Canada gives lots away in trade pact

The emperor has no clothes. This is the conclusion of trade expert Peter Clark and his colleagues at Grey, Clark, Shih & Associates in Ottawa after examining the Trans Pacific Partnership and the outlandish claims being made for its importance.

The emperor has no clothes.

This is the conclusion of trade expert Peter Clark and his colleagues at Grey, Clark, Shih & Associates in Ottawa after examining the Trans Pacific Partnership and the outlandish claims being made for its importance.

The proposed trade agreement, which would embrace 11 countries, including the U.S., Mexico, Australia, Vietnam, Chile, New Zealand, Peru and Malaysia, as well as Canada, is being hailed as a “gold standard” trade deal, a “21st century” trade agreement that would serve as the launch platform for a massive trade deal eventually embracing all of Asia, including China, and which would open massive new opportunities for Canadian exporters.

Clark and his colleagues have done Canadians a huge favour because the TPP negotiations are probably the most secretive trade negotiations in history.

The original TPP was launched in 2005 by four countries — New Zealand, Chile, Brunei and Singapore — but in 2008, the U.S. applied to join, as did four other countries.

In November 2011, Canada and Mexico applied as well.

But by this time the U.S. had seized control of the project and forced Canada and Mexico to go through extensive pre-negotiations, followed by Congressional negotiations and public submissions before Canada and Mexico were allowed to join, in October of this year.

What Canada had to agree to in these pre-negotiations is still a government secret.

In Clark’s view, the TPP negotiations have now become an attempt by the U.S. to remake “its trading partners in its own image,” pushing U.S. commercial interests and practices on other countries while shielding its own interests through a long list of exclusions.

For example, highly protectionist policies of the U.S. on cotton, sugar, beef, clothing and textiles and Buy American rules and set-asides for U.S. small-, minority-, aboriginal- and women’s-owned businesses in government procurement are excluded, as are policies pursued by U.S. states.

Yet at the same time, the U.S. is demanding sweeping changes from other countries, including trying to force other TPP countries to adopt U.S. rules on intellectual property, the Internet and investment, and state-owned enterprises, as well as measures employed by other countries to protect their cultural industries.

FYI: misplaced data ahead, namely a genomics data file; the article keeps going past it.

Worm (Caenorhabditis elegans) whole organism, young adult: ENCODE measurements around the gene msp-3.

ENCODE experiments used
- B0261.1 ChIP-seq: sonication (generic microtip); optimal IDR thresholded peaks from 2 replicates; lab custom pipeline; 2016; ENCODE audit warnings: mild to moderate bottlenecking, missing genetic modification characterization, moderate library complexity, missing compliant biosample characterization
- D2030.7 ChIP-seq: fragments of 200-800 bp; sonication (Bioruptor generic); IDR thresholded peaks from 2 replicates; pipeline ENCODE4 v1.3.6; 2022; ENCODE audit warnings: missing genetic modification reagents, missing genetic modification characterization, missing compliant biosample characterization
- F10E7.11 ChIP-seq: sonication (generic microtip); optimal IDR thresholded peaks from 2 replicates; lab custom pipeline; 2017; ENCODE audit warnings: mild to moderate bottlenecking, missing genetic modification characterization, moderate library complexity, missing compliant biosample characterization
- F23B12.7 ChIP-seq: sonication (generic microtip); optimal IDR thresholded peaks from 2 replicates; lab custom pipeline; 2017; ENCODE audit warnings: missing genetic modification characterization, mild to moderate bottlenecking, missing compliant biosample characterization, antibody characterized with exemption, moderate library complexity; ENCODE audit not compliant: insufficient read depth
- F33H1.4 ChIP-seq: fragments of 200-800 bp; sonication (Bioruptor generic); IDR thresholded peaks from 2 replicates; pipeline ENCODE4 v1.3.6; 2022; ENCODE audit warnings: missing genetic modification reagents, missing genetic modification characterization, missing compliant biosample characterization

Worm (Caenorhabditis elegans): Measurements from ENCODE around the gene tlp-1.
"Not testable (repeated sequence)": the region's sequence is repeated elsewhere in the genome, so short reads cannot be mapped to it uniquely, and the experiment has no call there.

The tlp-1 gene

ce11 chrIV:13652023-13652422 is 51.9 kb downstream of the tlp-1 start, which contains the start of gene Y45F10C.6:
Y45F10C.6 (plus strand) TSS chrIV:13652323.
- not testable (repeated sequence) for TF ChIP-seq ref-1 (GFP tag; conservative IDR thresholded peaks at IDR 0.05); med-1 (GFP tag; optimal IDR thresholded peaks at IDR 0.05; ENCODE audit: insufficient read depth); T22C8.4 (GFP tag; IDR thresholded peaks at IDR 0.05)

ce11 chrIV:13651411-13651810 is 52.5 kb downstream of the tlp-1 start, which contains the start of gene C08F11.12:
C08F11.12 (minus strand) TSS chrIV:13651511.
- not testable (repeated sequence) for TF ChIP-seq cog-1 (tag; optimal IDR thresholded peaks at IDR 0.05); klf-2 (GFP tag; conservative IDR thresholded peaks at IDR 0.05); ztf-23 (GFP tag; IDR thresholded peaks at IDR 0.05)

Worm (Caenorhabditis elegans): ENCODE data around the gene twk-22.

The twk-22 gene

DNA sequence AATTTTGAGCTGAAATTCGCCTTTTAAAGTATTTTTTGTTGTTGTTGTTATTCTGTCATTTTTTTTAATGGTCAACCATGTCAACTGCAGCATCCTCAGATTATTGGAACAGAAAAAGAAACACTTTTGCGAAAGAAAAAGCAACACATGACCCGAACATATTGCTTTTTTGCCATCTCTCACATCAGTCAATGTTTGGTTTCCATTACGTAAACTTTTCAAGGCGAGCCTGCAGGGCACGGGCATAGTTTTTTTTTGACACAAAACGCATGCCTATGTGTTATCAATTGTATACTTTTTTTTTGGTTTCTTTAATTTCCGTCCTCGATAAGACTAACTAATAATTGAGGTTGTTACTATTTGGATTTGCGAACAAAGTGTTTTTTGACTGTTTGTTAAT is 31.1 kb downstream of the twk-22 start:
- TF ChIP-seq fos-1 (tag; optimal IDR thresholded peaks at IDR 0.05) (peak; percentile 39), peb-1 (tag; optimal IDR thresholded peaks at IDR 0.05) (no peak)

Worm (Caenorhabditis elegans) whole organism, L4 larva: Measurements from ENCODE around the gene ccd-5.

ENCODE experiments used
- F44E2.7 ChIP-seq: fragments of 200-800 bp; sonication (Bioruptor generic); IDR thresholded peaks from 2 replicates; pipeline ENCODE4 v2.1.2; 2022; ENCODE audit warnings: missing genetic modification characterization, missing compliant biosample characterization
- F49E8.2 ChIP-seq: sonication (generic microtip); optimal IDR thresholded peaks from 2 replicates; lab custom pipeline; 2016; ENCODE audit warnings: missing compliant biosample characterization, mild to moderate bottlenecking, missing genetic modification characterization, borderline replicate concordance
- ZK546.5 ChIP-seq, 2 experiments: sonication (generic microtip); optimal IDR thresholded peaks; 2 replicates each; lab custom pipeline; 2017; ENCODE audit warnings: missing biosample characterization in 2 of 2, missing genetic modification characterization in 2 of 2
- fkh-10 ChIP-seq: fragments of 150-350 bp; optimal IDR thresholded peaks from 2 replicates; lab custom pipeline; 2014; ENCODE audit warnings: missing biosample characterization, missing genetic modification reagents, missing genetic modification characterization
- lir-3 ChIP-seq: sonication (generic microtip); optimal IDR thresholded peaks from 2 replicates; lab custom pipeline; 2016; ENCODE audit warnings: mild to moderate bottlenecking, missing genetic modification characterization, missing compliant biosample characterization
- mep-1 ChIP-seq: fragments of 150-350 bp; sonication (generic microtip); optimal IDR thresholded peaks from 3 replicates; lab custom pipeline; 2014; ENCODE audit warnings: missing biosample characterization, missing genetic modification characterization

In addition to retaining Buy American provisions, the U.S. “is not proposing to discipline locational subsidies that steal Canadian jobs.

If Gov. Romney can say that China steals U.S. jobs, can we not say that Canadian jobs at Caterpillar, Electrolux and other Canadian factories were stolen with the help of U.S. state subsidies,” Clark asks. “The workers who have been displaced would not disagree.”

But state subsidies are off the table, the U.S. says, as are state-level policies on investors’ rights.

“Why did Hyundai and Kia locate in Georgia and Alabama? Because local governments contributed over $650 million towards the companies’ $3 billion investment in creating what was expected to be more than 5,000 jobs. Why consider Ontario,” Clark asks.

Likewise, “the State of Tennessee paid Electrolux $188 million to build a $190 million plant, which moved jobs from L’Assomption, Que., to Memphis. A sweet deal for Electrolux. How does Quebec compete with this?”

Effectively, “there is nothing in the TPP to discipline or limit domestic subsidies in the U.S. to agriculture and to manufacturing,” says Clark, yet Canada’s greatest competition for manufacturing investment in autos and other sectors in North America comes from the U.S. and Mexico (which also offers generous subsidies). This, as Clark points out, is not free trade or fair trade.

Clark’s overall conclusion is that the TPP will not do much for Canada. We already have trade agreements with many of the TPP members and the countries where we don’t have an agreement together account for just one per cent of Canada’s total trade.

Indeed, since Japan is not in, Canada “will likely be a net loser.”

So why is Canada so eager? One reason, as Clark says, is defensive, to be inside the tent and share new preferences rather than losing markets to preferences enjoyed by others.

But that is a weak argument.

Surely, there should be much more open discussion on what the TPP is all about.

Trade Minister Edward Fast should give Parliament, through its committee on international trade, a full — and honest — briefing on what Canada would really gain and what price we would have to pay in TPP negotiations — as well as the price we may already have paid to the U.S. just to be allowed into the negotiating room.

Economist David Crane is a syndicated Toronto Star columnist. He can be reached at crane@interlog.com.

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